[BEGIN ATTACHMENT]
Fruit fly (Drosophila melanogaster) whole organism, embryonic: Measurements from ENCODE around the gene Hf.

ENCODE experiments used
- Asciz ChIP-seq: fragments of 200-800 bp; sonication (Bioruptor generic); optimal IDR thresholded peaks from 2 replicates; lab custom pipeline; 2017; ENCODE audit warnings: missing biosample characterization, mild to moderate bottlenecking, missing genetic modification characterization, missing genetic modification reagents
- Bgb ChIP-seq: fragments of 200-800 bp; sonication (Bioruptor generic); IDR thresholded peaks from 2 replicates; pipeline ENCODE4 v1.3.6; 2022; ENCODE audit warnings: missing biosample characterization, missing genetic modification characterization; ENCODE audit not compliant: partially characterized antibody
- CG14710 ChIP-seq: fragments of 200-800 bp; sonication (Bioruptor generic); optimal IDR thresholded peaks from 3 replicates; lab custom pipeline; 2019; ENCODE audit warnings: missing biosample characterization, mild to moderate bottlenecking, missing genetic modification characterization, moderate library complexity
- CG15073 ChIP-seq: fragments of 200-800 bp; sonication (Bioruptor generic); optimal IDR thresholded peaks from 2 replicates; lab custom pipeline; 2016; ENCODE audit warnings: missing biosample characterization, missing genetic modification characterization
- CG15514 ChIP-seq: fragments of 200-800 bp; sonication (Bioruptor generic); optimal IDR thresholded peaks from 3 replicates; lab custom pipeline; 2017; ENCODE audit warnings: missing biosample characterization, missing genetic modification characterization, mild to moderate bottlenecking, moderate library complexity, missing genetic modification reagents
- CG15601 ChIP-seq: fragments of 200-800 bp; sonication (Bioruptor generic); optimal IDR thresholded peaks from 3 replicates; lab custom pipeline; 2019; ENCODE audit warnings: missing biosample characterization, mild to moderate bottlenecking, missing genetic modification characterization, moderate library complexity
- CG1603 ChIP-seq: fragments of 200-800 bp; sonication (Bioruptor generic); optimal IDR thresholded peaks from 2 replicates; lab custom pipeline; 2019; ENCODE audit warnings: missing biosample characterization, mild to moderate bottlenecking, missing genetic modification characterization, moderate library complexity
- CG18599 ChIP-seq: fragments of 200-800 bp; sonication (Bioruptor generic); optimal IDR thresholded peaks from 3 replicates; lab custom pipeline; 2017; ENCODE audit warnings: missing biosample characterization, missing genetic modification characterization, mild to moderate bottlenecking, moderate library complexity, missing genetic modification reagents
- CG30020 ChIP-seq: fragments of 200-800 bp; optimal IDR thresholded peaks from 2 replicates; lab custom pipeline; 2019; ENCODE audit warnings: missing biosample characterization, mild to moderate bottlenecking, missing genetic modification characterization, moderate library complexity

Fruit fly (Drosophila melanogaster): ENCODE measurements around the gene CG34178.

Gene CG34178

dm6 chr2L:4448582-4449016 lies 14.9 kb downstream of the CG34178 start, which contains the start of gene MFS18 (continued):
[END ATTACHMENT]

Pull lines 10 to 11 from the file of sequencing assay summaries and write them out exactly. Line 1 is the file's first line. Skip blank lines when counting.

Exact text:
- CG18599 ChIP-seq: fragments of 200-800 bp; sonication (Bioruptor generic); optimal IDR thresholded peaks from 3 replicates; lab custom pipeline; 2017; ENCODE audit warnings: missing biosample characterization, missing genetic modification characterization, mild to moderate bottlenecking, moderate library complexity, missing genetic modification reagents
- CG30020 ChIP-seq: fragments of 200-800 bp; optimal IDR thresholded peaks from 2 replicates; lab custom pipeline; 2019; ENCODE audit warnings: missing biosample characterization, mild to moderate bottlenecking, missing genetic modification characterization, moderate library complexity